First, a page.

This week doesn’t mark the first time that Netflix subscribers have been up in arms. It also happened five years ago. That’s when the company disclosed that some customers had to wait for popular DVD titles longer than other customers.
The problem was that in the days before on-demand streaming video, heavy renters — those $17.99/month subscribers who ordered upwards of two dozen DVDs per month — were causing the company to lose money.
To deal with the problem, Netflix deployed a “throttling” algorithm to ensure that new and light renters received shipping priority over old and heavy renters. In essence, the service’s most ardent users were now forced to go to the back of the line.
A class-action lawsuit was filed. Netflix responded by revising its one-day-delivery-of-most-DVDs policy to explicitly state that certain customers do indeed receive preferential treatment, and they’ll continue to do so. End of story.
Of course, Netflix emerged from the controversy virtually unscathed. In fact, for the six years that followed, the company reigned as No. 1 in Foresee Results’ annual Top 100 Online Retailer Satisfaction Index customer satisfaction.
One wonders if things will be different this time around with the announcement of a 60 percent price increase. Throngs of users immediately rushed to Facebook, Twitter and other social networks to voice their fury. Tens of thousands of users “liked” the Netflix page only so that they would be able to add negative comments (many of which were just as quickly deleted; others of which were “liked” more than 5,000 times) while Facebook pages with names like “Cancel Netflix” and “I Unlike Netflix Today” spread like wildfire.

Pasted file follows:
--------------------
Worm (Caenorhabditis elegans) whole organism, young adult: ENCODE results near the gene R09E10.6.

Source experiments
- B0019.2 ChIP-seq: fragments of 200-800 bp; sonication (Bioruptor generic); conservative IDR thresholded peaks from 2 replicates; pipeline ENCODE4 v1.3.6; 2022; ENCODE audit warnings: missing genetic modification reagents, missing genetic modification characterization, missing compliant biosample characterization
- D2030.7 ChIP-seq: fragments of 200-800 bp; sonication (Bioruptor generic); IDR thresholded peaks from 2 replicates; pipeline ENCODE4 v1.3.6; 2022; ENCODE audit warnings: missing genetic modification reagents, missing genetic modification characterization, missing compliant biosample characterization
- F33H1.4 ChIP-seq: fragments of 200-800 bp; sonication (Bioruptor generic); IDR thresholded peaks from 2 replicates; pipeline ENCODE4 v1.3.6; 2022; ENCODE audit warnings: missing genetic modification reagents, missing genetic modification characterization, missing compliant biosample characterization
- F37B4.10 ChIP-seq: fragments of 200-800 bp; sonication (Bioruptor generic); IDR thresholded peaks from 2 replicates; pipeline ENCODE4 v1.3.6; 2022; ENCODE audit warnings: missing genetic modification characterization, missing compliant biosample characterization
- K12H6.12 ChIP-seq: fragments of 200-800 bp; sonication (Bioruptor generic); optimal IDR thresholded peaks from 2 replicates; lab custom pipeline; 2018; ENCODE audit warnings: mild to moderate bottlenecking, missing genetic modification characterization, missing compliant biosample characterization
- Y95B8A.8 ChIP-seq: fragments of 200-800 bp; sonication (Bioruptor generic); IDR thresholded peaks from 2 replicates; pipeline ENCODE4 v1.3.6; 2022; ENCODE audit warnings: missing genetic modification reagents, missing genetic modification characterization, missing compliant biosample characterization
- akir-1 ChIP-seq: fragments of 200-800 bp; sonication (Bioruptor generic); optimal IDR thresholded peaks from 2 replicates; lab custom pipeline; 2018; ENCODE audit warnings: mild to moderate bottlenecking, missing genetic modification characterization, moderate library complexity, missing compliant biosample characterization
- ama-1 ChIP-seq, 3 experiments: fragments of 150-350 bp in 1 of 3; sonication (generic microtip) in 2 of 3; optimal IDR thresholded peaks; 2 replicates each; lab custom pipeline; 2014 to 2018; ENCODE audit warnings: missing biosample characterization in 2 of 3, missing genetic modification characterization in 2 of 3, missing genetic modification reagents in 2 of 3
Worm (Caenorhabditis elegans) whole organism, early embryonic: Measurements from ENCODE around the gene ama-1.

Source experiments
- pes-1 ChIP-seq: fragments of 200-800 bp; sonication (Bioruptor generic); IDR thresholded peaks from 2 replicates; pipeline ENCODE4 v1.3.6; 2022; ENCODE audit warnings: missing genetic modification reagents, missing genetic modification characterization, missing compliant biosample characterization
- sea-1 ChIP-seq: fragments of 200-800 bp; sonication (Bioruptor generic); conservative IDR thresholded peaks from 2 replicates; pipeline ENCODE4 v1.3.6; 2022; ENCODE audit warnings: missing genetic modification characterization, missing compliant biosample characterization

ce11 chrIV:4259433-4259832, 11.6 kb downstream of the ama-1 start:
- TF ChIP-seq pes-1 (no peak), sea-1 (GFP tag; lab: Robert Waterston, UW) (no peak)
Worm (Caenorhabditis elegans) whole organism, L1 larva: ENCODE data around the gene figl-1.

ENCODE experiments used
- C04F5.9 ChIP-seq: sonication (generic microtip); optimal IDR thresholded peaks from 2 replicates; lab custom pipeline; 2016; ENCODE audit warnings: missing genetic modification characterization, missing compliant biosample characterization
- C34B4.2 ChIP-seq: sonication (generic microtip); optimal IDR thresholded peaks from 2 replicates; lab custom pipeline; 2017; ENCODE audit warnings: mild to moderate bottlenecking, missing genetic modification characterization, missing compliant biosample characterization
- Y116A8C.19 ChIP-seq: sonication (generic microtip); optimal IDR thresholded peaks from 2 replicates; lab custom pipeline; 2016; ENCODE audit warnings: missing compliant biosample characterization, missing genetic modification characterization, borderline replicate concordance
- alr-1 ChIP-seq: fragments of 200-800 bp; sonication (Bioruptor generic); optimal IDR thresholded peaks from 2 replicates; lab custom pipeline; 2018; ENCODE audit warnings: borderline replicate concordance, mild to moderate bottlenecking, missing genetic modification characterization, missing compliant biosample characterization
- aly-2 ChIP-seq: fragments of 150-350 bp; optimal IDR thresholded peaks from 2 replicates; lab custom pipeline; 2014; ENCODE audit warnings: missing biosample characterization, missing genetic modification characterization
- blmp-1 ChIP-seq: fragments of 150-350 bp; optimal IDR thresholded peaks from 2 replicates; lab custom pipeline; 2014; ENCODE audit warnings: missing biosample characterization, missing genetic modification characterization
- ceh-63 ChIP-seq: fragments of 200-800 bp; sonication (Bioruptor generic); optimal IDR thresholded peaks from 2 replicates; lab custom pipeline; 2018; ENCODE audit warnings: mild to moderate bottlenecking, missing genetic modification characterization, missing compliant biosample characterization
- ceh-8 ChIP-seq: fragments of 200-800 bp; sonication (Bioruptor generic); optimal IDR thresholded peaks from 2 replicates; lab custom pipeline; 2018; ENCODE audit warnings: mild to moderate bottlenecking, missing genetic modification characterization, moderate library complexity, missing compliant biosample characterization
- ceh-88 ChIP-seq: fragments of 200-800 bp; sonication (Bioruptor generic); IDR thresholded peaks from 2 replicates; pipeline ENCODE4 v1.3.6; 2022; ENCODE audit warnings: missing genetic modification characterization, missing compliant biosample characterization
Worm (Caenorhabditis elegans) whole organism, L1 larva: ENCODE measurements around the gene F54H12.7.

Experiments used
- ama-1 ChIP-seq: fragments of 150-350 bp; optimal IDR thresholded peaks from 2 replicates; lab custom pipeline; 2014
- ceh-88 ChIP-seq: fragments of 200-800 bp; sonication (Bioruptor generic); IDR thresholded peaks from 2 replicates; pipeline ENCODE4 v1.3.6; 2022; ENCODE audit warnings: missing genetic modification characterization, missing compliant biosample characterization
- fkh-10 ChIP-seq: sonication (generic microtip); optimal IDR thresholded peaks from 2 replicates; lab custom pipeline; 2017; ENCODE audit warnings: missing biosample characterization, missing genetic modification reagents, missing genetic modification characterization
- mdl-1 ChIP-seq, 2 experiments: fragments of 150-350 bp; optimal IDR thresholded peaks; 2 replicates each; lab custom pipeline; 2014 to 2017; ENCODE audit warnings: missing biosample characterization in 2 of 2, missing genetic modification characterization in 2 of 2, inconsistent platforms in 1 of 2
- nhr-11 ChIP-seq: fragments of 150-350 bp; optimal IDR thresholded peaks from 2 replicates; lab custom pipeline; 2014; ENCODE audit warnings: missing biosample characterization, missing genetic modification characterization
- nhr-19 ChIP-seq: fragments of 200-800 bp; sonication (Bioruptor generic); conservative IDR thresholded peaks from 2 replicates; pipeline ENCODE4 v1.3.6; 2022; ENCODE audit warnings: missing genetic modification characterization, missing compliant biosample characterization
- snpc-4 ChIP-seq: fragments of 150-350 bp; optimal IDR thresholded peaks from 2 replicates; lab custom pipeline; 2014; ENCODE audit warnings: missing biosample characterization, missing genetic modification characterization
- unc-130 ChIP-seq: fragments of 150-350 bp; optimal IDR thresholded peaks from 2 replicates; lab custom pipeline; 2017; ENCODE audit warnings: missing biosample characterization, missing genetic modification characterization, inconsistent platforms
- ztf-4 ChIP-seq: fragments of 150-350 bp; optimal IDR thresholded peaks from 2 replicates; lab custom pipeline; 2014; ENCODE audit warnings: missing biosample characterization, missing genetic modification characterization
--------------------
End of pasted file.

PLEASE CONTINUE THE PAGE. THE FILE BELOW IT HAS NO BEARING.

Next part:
If people banning together and expressing their outrage on social media can help bring down entire government regimes, as we’ve seen in the Middle East, not to mention getting companies like Gap and Tropicana to change their logos and packaging design, can it also get a company to modify an unpopular pricing policy?
In this case, the answer is probably no – although Netflix does, of course, risk losing some of its 23 million-plus subscribers to competitive offerings. And social media may well play an instrumental role in fueling customer defection.
Regardless of the eventual outcome, venting on social media can be highly therapeutic. And for dismayed consumers, that may be the biggest benefit that comes of all the posting, liking, blogging and tweeting. Because while a great deal of control over a brand has indeed migrated to consumers in the past five years, consumers are still not in a position to call all the shots. In some cases, they may actually wield less influence than they think.
It’s something to keep in mind as you place your next movie order.